It looks like you're using an Ad Blocker.
Please white-list or disable AboveTopSecret.com in your ad-blocking tool.
Some features of ATS will be disabled while you continue to use an ad-blocker.
What everyone has been talking about for so long and couldn't quite believe has now finally happened. The Russian mathematician Grigory Perelman has officially refused the Millennium Prize of $1 million awarded him by the Clay Mathematics Institute in Cambridge, Mass., for proving the Poincaré conjecture. Perelman's explanation for this refusal was as surprising as his actual refusal. He disagrees with the decision of the mathematics community: "I do not like their decision, I consider it unfair," he said. "I consider that the American mathematician [Richard] Hamilton's contribution to the solution of the problem is no less than mine." What Hamilton thinks about this is not yet known.
Since March, when the prize winner was announced, people had been guessing whether Perelman would take the money or not (he had earlier refused a prize of $10,000), and if he did take it, then what he would spend it on. Any number of people wanted to help him in this less-than-simple matter. The most forthright turned out to be the communists of St. Petersburg, Perelman's native city. They wrote him a letter containing a detailed plan of action. First, said the communists, you need to quickly take the money, preferably with interest. Second, invest it in the construction of a scientific center to educate children from low-income families. Third (our personal request), contribute $100,000 to the Lenin's Tomb Fund.
The Russian government also had something to say about "Perelman's problem." Vladimir Putin, in a speech to Russia's academicians who are always asking him for money for science, suggested that they follow Grigory Perelman's example. "We try to help him at least in some way, but he won't take even our money," the prime minister said with pride.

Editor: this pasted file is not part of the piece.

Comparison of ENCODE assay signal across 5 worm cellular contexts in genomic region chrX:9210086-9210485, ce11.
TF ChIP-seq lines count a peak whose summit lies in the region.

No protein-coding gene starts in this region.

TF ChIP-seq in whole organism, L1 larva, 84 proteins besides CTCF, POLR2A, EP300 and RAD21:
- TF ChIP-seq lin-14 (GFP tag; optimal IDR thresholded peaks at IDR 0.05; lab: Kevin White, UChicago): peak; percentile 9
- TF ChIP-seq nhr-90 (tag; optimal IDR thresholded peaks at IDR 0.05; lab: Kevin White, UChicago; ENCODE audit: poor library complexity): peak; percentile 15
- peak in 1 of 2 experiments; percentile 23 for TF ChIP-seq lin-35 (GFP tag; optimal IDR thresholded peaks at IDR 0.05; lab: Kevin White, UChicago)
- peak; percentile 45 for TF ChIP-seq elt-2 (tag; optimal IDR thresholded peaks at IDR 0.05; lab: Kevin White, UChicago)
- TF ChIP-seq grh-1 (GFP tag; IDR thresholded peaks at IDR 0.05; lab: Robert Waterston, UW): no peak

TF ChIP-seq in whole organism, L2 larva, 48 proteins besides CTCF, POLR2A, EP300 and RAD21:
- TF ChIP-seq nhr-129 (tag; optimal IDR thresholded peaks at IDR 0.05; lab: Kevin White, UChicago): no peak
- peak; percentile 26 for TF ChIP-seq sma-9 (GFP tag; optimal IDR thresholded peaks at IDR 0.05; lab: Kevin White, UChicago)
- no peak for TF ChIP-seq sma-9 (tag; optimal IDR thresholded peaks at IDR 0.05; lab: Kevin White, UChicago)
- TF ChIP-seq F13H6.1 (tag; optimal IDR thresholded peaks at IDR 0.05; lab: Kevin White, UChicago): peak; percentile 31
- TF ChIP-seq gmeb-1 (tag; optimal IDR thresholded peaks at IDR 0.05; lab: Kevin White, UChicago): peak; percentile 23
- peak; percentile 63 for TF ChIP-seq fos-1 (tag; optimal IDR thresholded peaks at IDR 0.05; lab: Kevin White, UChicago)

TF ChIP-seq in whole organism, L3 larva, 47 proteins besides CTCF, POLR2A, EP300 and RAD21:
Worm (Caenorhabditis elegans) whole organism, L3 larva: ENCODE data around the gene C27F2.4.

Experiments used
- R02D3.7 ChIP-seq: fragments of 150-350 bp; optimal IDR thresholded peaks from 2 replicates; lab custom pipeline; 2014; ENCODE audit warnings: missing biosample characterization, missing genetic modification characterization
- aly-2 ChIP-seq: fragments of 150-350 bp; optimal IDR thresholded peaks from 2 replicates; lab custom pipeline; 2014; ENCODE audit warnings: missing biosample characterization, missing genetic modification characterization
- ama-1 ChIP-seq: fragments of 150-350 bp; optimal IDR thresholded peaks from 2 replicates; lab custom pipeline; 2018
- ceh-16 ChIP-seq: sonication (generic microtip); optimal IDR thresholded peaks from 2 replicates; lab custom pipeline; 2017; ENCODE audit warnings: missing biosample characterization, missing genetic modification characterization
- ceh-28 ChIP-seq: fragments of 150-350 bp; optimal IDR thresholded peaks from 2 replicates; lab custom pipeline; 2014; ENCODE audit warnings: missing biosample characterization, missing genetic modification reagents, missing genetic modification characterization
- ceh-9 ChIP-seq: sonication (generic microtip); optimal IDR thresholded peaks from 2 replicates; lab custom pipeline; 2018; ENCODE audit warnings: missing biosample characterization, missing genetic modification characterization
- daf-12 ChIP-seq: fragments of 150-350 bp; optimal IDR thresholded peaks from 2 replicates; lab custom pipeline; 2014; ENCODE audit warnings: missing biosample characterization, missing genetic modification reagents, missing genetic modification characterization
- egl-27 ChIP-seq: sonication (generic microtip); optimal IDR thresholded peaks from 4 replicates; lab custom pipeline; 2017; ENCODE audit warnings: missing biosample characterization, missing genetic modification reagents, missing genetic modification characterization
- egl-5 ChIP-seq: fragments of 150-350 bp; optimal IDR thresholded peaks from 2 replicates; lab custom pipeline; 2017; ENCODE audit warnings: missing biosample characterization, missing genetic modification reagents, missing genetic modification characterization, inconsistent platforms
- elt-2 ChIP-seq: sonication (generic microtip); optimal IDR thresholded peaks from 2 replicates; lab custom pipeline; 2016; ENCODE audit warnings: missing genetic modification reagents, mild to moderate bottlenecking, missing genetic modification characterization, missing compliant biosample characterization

This hitherto unknown mathematician has suddenly become incredibly popular. The public has asked that he be made an honorary resident of Petersburg. Viktor Vekselberg, head of the high-tech Skolkovo Project, has asked Perelman to be on the innovation city's advisory board. Some people are even trying to befriend the reclusive mathematician. For example, fellow Petersburger Sergei Mironov, Speaker of the Federation Council. Like the communists, he wrote Perelman a letter full of compliments and flattery and asked to meet with him to discuss problems of science. Who knows, Perelman and Mironov may indeed have something to talk about. Mironov, too, has refused money. Judging by his income declarations, he is the "poorest" of all of Russia's governors. He literally lives from paycheck to paycheck. Even so, Perelman did not write him back.
Originally posted by CREAM
"I consider that the American mathematician [Richard] Hamilton's contribution to the solution of the problem is no less than mine."
Well why didnt you just split the prize money with him? Does no one get the money now because he refused it? If thats the case, that Hamilton guy is probably pissed